A Regional Environment Centre can recommend the creation of a private nature reserve to protect a rare species
The tortrix moth species Grapholita discretana had been believed extinct in Finland
The Uusimaa Regional Environment Centre did not act unlawfully or otherwise erroneously when it recommended that a landowner apply for the creation of a private nature reserve on his land to protect an extremely rare species of moth, Deputy-Ombudsman Maija Sakslin finds.
The Regional Environment Centre had informed the landowner that the tortrix moth species Grapholita discretana (for picture see: http://184.108.40.206/Lepidoptera/Tortricidae/Grapholita/discretana/Grapholita%20discretana.htm), which had been thought to have become extinct in Finland, had been found on his land. It recommended that the moth's habitat be protected under the Nature Conservation Act.
The Constitution assigns responsibility for nature and its biodiversity, the environment and the national heritage to everyone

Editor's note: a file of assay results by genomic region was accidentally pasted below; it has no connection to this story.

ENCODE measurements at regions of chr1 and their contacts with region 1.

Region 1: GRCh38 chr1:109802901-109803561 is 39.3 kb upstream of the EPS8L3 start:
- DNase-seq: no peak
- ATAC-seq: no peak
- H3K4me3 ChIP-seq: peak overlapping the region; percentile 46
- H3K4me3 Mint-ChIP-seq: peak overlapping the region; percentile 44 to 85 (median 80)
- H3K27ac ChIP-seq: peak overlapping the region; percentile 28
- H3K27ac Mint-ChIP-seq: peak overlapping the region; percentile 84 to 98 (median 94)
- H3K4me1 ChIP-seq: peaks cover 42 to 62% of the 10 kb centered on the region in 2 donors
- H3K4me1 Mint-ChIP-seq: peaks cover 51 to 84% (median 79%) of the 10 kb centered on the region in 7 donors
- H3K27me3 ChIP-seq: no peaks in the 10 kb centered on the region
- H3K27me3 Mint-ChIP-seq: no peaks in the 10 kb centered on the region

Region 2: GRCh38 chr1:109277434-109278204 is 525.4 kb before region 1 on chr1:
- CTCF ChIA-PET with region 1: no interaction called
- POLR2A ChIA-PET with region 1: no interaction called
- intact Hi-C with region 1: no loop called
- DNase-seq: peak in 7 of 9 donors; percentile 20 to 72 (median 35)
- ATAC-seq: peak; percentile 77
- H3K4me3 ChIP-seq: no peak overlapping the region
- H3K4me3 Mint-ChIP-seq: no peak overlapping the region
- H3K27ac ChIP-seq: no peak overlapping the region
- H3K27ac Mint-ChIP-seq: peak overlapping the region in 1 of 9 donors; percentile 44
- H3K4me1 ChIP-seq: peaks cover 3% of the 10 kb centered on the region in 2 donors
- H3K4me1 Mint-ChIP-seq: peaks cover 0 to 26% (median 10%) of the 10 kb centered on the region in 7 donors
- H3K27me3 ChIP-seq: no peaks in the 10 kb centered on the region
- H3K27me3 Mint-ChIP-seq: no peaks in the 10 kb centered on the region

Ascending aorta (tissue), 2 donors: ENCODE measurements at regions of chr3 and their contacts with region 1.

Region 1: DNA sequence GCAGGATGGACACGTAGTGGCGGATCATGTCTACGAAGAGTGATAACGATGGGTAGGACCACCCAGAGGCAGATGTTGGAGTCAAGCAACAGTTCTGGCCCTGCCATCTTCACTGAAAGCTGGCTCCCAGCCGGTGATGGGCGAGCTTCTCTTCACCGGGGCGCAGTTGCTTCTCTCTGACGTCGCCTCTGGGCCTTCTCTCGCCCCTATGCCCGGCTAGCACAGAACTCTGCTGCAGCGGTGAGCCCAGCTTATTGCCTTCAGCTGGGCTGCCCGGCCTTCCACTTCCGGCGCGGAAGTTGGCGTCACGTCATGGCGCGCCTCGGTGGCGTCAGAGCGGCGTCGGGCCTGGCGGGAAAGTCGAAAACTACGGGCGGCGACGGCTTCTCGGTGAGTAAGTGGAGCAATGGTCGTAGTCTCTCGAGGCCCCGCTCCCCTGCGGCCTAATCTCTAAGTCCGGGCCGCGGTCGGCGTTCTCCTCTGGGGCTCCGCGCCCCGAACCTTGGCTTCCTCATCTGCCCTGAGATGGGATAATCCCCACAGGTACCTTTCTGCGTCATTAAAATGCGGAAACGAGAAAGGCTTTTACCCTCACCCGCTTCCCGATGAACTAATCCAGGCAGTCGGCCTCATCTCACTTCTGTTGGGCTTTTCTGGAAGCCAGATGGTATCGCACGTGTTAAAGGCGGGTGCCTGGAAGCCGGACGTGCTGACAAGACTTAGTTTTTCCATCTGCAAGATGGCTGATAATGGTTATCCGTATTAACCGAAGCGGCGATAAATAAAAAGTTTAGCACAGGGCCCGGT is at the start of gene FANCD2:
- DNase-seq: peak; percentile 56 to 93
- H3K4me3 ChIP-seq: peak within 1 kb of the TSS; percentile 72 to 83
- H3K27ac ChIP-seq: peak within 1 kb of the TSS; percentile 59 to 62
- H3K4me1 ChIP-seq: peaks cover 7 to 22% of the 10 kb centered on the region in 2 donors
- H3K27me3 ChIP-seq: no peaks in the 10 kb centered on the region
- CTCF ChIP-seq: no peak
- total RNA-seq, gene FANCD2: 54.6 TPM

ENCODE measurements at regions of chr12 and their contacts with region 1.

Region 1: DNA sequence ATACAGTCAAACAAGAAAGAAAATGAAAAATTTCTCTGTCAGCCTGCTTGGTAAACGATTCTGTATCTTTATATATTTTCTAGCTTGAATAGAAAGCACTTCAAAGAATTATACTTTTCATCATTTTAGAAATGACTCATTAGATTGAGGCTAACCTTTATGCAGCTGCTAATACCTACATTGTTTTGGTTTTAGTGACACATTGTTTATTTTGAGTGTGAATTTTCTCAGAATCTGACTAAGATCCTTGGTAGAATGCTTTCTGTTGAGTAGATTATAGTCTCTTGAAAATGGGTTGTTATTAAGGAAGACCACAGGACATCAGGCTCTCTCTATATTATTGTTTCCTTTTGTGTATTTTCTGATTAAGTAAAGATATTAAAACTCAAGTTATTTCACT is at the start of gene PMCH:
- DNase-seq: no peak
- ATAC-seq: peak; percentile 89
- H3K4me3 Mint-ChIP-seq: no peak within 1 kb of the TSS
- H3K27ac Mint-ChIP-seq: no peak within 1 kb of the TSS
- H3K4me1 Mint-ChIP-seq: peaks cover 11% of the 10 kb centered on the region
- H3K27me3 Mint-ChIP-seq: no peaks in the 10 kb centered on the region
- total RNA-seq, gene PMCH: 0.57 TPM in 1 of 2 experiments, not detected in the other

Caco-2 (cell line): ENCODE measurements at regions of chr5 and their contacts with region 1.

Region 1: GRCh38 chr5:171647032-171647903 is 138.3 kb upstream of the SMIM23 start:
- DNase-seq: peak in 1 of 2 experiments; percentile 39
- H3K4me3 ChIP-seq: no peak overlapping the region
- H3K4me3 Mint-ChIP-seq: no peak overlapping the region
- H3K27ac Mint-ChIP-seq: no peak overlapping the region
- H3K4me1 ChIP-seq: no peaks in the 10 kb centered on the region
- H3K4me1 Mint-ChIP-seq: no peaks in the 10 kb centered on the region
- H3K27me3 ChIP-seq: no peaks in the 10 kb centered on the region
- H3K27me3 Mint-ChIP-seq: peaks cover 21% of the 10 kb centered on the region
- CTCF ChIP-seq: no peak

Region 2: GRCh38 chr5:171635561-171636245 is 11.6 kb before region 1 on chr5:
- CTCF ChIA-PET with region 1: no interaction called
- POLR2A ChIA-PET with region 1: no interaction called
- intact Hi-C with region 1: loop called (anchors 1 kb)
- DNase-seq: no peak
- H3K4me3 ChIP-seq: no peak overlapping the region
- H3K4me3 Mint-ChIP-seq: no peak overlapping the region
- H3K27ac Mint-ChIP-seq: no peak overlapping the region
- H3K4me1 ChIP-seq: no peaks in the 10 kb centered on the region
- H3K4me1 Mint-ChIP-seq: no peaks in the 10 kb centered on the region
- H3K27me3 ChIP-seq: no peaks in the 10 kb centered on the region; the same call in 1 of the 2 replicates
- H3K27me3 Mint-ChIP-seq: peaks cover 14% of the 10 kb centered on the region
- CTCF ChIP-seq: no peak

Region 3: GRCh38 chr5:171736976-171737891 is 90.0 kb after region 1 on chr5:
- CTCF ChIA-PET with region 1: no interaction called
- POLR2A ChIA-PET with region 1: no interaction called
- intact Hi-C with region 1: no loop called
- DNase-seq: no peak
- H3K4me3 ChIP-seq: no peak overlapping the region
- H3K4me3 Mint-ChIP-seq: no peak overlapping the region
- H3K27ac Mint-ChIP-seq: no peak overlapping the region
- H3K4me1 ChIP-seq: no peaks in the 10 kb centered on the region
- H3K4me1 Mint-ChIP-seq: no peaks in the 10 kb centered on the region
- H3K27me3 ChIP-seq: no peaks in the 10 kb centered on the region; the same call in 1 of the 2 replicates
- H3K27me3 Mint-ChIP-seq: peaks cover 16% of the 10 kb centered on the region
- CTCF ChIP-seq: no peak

In his complaint to the Ombudsman, the landowner expressed his doubt that the Regional Environment Centre had had the right to recommend the creation of a nature reserve on his land.
However, Deputy-Ombudsman Sakslin found that the Nature Conservation Act empowers a Regional Environment Centre to create a private nature reserve upon an application by the landowner or with his consent when a threatened, rare or dwindling organism or ecological community is living on the land. The Regional Environment Centre can also recommend the creation of a nature reserve and request the landowner's consent for this or - as in this case - propose to the landowner that he himself apply to have a nature reserve created.
The task of a Regional Environment Centre is to promote and oversee environmental protection in its area.
The existence of the moth in an area included in the scope of domestic peace should not have been checked for without permission
A researcher employed by the Regional Environment Centre had visited the landowner's hop garden on several occasions and for several hours each time without the landowner's permission having been requested or his even having been informed of the investigation.
In the view of Deputy-Ombudsman Sakslin, the Regional Environment Centre acted incorrectly in this respect. It should have ensured that its officials, employees and persons engaged by it knew that investigations or examinations can not be carried out in an area belonging to the scope of domestic peace without the landowner's permission.
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